Monday, December 21, 2009

Cookies for Eating and Cookies for Building

Today I needed to make a batch of cookies for tonight's scout banquet. Thanks to a blog post on Sara's Art House, I felt inspired to make Corn Flake wreaths. My target audience was young boys, so green and gooey seemed like a spectacular combination. My morning hours were tightly scheduled with activities, but I made a quick dash to the market for ingredients. No red hots at my super market. I decided to drop in at the pharmacy and pick up a prescription that was ready so I could grab some red hots too. No red hots at the pharmacy. At that point, I scoured the candy isle for any red thing that I could reasonably use to decorate a Corn Flake wreath. Hot tamales? M&M's? Jelly beans? It is only when I am extraordinarily pressed for time that I feel a complete freedom to stand in the pharmacy and debate these types of possibilities at length. In my mind, nothing could possibly compare to the red hot, and reminding myself once again that my target audience was young boys, it seemed to be of utmost importance that the Corn Flakes be properly adorned. We all know how young, strapping men carefully scrutinize their baked goods and hold tightly to strict standards of visual aesthetics.

So, me and my busy little self chauffeured the box of corn flakes and bag of mini marshmallows to a third destination where I thankfully secured proper "berries" for my wreath cookies. Who knew red hots were so obscure? Anyway, I love how these little cookies turned out. I think they're very retro. I don't think I've actually seen this cookie since circa 1978. They are not "wreaths" so much as green globs. With red hots. Anyway, thanks, Sara, for the great idea!
Two of Hayden's friends crossed over from cub scouts to boy scouts tonight. After their special little ceremony we had a Christmas celebration with milk and cookies. Look at all the baked goods. How did all the busy homeschooling Moms have time to do all this baking?? I suddenly felt very behind.

Emma was a bit of a drama queen during the cross over ceremony, and when even a shortbread cookie drizzled with fancy pink icing failed to console her, I had to call Oma to come and pick us up early from the party.

Tomorrow the boys have some special visitors coming to help them decorate gingerbread houses. I figured it would be wise to assemble the houses tonight so they would have time to harden before the kids pressed on them with candy. So, after putting my overtired toddler to bed and scraping green marshmallows off my counter tops, I set to work assembling ginger cottages.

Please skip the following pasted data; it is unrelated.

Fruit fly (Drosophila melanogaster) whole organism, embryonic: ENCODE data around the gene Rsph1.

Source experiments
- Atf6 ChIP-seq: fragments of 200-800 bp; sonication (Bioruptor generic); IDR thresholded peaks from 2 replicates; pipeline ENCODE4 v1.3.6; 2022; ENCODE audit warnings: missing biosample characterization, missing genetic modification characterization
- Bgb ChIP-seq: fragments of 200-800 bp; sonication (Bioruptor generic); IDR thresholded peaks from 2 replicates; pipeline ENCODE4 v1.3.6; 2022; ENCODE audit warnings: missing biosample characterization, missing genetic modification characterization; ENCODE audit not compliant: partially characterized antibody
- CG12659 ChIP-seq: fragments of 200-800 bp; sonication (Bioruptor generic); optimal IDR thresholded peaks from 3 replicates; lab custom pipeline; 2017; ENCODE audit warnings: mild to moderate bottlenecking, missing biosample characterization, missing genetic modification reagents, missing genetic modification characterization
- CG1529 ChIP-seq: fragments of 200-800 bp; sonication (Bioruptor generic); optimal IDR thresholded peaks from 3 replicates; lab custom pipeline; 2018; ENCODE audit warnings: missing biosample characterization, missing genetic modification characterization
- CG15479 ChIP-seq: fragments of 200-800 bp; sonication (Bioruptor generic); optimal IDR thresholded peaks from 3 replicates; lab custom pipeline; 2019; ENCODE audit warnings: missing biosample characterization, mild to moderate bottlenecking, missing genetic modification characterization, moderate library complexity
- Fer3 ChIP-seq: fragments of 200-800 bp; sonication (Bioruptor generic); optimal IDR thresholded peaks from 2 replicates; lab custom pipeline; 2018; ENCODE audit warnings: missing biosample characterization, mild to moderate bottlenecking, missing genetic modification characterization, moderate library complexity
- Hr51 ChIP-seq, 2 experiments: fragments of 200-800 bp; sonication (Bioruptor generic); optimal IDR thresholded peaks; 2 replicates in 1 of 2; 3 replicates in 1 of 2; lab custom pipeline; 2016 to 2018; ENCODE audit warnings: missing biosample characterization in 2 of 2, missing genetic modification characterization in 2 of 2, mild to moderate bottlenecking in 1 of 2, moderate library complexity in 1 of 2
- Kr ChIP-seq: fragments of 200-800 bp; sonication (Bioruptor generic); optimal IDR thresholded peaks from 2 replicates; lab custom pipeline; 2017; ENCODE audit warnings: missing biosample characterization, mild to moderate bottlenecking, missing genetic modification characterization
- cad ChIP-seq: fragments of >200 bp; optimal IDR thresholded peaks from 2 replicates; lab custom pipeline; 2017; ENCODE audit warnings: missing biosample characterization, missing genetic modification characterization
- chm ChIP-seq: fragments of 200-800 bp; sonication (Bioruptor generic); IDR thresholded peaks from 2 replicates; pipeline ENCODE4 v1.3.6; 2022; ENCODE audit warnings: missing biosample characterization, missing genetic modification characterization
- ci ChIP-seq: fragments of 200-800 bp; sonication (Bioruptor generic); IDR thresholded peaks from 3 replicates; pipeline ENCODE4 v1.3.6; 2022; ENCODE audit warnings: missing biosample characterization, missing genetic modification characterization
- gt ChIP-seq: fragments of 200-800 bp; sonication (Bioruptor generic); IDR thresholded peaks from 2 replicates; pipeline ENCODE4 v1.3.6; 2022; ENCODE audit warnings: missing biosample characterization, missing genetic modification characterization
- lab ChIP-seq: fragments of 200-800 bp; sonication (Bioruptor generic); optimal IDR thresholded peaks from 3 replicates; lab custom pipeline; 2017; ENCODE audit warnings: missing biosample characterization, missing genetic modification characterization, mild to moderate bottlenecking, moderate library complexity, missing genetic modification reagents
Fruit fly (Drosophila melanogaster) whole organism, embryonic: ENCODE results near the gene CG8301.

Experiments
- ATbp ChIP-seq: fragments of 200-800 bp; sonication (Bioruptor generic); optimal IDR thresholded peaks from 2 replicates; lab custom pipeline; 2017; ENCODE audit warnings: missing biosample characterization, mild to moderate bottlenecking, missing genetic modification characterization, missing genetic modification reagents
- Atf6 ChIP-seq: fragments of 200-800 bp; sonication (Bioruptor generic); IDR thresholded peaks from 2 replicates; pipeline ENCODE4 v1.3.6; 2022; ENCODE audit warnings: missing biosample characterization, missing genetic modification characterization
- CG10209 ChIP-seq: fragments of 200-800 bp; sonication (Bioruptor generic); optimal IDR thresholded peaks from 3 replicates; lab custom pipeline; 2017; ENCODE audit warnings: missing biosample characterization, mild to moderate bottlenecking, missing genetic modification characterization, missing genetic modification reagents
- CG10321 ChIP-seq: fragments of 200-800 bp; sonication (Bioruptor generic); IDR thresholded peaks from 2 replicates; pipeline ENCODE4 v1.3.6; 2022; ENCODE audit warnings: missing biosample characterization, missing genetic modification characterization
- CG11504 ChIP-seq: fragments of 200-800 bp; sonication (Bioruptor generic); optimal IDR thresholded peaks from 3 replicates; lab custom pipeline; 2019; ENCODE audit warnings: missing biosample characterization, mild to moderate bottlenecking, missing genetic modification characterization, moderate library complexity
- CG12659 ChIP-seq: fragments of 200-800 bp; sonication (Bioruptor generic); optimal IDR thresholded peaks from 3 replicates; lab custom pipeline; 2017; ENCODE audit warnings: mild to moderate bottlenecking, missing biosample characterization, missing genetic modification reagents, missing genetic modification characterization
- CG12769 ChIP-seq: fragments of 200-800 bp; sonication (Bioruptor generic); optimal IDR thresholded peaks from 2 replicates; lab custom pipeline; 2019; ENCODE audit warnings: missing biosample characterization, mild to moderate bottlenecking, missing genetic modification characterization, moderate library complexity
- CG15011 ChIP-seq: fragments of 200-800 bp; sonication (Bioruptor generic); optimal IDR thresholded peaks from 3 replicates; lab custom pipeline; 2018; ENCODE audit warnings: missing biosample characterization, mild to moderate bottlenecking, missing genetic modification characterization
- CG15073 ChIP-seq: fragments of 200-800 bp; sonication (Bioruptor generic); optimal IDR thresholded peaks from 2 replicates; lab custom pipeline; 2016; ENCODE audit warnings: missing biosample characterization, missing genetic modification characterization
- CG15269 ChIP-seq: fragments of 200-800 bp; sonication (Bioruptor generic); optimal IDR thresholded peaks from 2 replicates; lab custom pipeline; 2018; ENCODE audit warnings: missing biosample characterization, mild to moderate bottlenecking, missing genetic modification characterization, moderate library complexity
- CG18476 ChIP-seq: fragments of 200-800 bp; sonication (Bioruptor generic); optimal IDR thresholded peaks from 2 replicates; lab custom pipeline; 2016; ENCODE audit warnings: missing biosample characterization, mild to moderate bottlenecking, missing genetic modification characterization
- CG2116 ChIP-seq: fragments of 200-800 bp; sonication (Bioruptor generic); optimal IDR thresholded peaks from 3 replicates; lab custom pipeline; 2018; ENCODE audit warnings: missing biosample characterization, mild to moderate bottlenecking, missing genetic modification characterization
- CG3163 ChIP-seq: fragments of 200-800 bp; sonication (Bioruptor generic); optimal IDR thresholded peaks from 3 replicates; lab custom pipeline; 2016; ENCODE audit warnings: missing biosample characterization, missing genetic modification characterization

The instructions on the gingerbread house box made it look incredibly easy. That is because if they posted pictures of the actual process and provided a detailed description of what you have to go through in real life to get those six pieces of gingerbread to stick together, they would surely never sell a single kit.

I've spent the past hour and a half praying blessings of stable construction over these houses. Once I finally got the roof seam secure on one of my houses I backed up to take a look at the sides, and this is what I saw...

The side walls completely collapsed! Maybe the kids would want to make a diorama instead?? I'm off to fuss and fidget with these a bit longer. When Buzzard mentioned on our way to the scout banquet that he had no interest what-s0-ever in helping to construct these houses I thought he was certainly pulling my leg. Turns out, he wasn't even kidding. He's on the couch watching the history channel and munching on Chex mix while, on the counter top behind him, gingerbread doomsday is playing out. Walls are sliding. Roofs are caving. Royal icing is oozing. I've got to go get these things together and in some form that remotely resembles "upright". After all, I have a whole bowl of red hots just waiting to be used for decorations.

2 comments:

SmallWorld at Home said...

Oh, my gingerbread houses would SO be lopsided! Perhaps that is why I've never incorporated that particular tradition. Cornflake wreaths are so much more forgiving! I'd forgotten all about those. My mom went through a stage where she made one like every day, and my kids began to dread them! That was about 5 years ago, though, so I could probably safely make one again!

myinspired♥{sandra} said...

It seems like your gingerbread construction played out like ours! We have the same house and it did NOT stay together like it was supposed to. The sides kept caving in...the roof sliding off...oh my! As I speak (and it's now hard as a rock) one side wall is partially caved and the roof seam separated enough to claim all the gum drops. The kids still think it's the best looking house ever, LOL! Merry Christmas to you!!